About a half of our exports to Japan last year were of this sector: High-quality paper, timber and even whole wooden houses. As a matter of fact, there is a Japanese owned sawmill at Mikkeli merely a hundred kilometres from here that exports most, if not all of its production to Japan. Finnish log houses are appreciated for their high quality and strength –we must not forget that Japan has had many earthquakes. We hope that the positive trend continues in this sector and new products enter the Japanese market.
Third, the metal industry sector.
Cooperation between Kone corporation and Toshiba gives a splendid example of Finnish-Japanese cooperation and the possibilities this gives in the growing Chinese markets. This kind of cooperation where Finnish know-how and Japanese resources and contacts in Asia meet, could be a good example for other industries as well.
These sectors are not the only ones where possibilities await. Others, to name just a few, are environmental technology, biotechnology and even functional foods. Virtually any good product with the right price has a chance, as Japan offers the second biggest national market in the world with a lot of buying power. But all products face heavy competition, entering the market is expensive and the market also has high quality- and style awareness. The Japanese market cannot be cracked with half-measures and a half-finished product range. On the other hand, a well-planned campaign with a good, competitive product can bring early returns.
Many wonder, if the state of the Japanese economy is going to impede their efforts to enter the local market. To them I can assure that especially the market for consumer goods is still vibrant even if the national economy has not developed as positively as hoped. And even there seems to be change for the better: The Japanese economy seems to be bottoming out and small growth has been forecasted. More over, Prime Minister Koizumi has stressed the importance of regulatory reform, which should make trade easier between Japan and other countries. Mr Koizumi has personally welcomed foreign investment to Japan.
Another thing, which invites greater precence in the Japanese markets and wider cooperation with Japanese companies is the ever increasing interest shown by Japanese companies for cooperation with foreign enterprises. This interest is not confined only to Japan, but also encompasses cooperation in third markets.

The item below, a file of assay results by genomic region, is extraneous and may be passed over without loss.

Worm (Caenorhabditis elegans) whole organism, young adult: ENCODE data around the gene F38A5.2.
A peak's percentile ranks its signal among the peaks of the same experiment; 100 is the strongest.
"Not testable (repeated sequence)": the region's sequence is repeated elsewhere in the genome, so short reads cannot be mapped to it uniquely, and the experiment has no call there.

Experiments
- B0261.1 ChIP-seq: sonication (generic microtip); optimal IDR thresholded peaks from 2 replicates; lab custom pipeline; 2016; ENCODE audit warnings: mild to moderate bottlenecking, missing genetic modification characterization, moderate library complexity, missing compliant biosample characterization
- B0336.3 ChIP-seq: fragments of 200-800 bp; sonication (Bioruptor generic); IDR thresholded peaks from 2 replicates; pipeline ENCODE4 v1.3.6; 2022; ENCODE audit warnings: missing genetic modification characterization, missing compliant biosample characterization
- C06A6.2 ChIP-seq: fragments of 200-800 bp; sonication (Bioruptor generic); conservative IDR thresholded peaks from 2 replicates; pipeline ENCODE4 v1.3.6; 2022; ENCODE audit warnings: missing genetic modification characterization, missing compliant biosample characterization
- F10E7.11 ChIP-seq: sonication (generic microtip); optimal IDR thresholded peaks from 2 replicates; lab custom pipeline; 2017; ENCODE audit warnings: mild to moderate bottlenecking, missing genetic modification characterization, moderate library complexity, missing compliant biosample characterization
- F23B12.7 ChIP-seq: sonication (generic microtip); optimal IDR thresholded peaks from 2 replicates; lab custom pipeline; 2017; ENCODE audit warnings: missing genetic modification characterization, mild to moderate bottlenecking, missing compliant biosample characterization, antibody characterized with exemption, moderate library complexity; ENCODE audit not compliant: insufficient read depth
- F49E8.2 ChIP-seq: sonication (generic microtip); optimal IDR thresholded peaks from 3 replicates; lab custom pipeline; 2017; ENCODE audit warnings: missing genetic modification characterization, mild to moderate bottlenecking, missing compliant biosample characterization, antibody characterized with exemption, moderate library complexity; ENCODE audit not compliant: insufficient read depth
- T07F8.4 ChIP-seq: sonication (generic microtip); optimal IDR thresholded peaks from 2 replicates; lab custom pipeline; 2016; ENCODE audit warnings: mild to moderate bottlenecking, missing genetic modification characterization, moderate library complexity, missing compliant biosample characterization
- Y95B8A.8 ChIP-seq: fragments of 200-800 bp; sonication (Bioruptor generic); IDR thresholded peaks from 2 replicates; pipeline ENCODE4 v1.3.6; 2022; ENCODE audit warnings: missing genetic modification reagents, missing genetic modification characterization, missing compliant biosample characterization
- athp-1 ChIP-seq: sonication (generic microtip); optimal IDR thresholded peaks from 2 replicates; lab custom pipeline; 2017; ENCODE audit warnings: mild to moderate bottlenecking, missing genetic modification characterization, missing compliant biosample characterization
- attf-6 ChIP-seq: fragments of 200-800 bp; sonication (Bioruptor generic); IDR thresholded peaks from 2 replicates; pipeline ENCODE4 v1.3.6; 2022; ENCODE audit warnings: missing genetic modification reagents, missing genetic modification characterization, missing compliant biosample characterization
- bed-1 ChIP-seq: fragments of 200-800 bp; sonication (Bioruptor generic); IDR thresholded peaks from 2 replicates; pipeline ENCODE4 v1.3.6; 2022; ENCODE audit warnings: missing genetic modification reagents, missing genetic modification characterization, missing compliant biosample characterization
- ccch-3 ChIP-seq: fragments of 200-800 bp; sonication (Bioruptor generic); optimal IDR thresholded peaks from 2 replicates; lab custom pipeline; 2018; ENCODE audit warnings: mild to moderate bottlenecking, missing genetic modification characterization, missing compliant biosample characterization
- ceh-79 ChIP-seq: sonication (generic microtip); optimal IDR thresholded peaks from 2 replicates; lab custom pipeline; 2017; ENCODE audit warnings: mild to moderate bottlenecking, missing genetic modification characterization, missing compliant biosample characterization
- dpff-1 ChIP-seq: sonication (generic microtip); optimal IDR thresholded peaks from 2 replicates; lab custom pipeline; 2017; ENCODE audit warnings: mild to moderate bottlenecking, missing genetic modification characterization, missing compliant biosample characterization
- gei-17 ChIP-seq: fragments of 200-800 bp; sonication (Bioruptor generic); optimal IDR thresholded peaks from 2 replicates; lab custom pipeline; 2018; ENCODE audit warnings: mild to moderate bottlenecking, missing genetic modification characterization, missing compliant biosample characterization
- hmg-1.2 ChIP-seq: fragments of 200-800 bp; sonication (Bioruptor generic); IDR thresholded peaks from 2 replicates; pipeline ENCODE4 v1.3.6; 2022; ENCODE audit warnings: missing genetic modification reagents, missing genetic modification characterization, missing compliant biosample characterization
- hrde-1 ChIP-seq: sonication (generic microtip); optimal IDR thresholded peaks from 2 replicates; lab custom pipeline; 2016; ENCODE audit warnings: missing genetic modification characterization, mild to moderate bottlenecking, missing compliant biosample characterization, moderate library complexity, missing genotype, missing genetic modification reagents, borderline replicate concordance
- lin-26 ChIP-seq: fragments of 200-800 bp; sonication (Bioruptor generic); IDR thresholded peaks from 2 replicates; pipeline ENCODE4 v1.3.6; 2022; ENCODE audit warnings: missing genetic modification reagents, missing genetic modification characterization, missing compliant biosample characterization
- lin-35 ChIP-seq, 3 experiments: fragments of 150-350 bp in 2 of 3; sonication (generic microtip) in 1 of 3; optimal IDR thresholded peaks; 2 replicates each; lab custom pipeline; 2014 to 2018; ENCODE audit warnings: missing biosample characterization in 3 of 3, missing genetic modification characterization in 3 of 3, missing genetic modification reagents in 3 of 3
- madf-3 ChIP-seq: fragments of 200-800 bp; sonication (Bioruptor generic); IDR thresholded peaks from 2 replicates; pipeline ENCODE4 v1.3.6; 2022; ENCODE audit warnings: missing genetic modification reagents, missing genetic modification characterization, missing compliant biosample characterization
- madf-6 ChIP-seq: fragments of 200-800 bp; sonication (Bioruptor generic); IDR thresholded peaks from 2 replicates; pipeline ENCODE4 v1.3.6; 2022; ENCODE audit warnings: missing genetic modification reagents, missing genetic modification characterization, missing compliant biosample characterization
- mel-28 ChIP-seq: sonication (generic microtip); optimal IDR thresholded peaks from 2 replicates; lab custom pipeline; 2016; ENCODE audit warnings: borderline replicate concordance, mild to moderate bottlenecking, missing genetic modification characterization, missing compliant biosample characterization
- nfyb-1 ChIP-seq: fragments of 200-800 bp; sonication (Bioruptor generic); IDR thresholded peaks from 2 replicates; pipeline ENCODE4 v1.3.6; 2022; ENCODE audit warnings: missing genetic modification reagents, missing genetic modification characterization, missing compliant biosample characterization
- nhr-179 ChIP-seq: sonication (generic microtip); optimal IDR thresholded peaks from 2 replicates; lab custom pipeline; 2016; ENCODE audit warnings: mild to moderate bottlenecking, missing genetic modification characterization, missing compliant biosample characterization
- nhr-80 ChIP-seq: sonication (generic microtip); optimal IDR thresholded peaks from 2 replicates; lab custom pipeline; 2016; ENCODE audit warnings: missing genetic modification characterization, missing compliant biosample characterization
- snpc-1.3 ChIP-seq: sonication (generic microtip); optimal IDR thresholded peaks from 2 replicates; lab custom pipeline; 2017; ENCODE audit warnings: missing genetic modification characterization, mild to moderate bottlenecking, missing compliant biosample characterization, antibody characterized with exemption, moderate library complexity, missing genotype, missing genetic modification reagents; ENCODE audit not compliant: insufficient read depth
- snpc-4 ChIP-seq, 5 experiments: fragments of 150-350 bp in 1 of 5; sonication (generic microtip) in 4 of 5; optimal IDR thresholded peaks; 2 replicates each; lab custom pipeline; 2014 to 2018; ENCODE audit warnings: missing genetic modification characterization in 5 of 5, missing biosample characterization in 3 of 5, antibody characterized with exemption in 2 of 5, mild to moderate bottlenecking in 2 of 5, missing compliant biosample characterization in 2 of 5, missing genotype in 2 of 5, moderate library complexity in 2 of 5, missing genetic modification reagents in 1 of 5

This has also brought a response from the foreign business community: A major survey (initiated by the Embassy of Finland) by the foreign chambers of commerce in Tokyo noted that 77% of the polled companies planned on increasing their activities in Japan.
As anyone can see, there is a lot of untapped potential in our economic and trade relations. I think that more contacts could be made and these relations could be developed quicker, if there were more flights between Helsinki and Tokyo. At this moment Finnair is allowed only two flights per week to Tokyo.
Another matter, which could enhance the development of our economic relations would be better information about the economic situation in and possibilities offered by Japan. Unfortunately, none of the major Finnish newspapers or other media are represented in Japan. It is indeed fortunate that occasions like this give me the possibility to reach new groups that are interested in Finnish-Japanese trade.
Finally, I wish you all the best of luck in your business endeavours, whether it is exporting to, or importing from Japan. The government can try to make the passage of the businesses easier, but it is up to you to clinch a deal. But then the rewards are also yours, and the rewards offered by the Japanese market can be enormous.